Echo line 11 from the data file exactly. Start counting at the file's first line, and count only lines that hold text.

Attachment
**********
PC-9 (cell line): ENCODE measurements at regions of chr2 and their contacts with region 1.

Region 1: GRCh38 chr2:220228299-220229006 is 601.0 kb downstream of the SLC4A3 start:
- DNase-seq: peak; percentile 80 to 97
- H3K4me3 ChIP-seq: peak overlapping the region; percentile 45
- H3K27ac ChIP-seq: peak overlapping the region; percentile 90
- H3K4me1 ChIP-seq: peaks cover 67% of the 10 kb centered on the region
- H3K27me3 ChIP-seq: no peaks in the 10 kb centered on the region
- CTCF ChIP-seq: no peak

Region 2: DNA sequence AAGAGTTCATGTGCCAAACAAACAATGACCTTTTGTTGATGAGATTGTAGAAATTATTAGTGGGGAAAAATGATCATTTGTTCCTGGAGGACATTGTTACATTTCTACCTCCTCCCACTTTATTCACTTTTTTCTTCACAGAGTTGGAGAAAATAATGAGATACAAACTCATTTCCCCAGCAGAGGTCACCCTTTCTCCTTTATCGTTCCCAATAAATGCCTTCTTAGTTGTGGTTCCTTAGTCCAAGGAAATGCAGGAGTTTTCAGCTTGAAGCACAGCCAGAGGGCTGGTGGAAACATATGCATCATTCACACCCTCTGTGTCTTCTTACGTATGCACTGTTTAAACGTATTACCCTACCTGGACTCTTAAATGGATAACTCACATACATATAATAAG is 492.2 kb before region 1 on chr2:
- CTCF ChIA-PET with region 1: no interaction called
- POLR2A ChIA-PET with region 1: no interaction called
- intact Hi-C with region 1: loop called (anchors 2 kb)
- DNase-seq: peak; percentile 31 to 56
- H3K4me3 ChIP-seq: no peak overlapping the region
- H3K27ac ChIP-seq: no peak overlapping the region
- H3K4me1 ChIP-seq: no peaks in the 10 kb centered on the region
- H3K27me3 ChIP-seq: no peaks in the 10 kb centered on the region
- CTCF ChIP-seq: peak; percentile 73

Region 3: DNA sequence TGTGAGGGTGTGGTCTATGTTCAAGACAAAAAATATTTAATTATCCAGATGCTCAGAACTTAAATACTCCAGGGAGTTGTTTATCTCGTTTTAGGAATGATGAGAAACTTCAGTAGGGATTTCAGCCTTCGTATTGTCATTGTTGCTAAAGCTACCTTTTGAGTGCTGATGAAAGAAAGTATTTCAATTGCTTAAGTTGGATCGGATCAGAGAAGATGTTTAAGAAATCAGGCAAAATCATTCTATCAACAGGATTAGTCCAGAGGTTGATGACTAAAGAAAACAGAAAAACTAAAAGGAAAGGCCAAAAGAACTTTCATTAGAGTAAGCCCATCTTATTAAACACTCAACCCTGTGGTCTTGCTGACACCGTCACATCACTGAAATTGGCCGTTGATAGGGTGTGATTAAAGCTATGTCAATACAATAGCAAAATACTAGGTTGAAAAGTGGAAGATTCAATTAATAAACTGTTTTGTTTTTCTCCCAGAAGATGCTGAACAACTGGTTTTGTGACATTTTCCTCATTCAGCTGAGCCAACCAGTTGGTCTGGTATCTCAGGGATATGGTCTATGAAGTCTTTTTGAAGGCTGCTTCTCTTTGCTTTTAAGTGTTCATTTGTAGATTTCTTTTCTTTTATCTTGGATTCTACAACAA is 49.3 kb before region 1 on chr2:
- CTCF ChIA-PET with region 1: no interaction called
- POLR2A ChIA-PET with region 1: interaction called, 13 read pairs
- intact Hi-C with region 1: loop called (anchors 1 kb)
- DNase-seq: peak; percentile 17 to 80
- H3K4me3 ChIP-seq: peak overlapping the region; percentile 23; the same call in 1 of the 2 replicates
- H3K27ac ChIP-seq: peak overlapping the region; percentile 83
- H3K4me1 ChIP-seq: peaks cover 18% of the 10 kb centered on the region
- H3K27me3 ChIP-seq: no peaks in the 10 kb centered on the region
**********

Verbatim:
- POLR2A ChIA-PET with region 1: no interaction called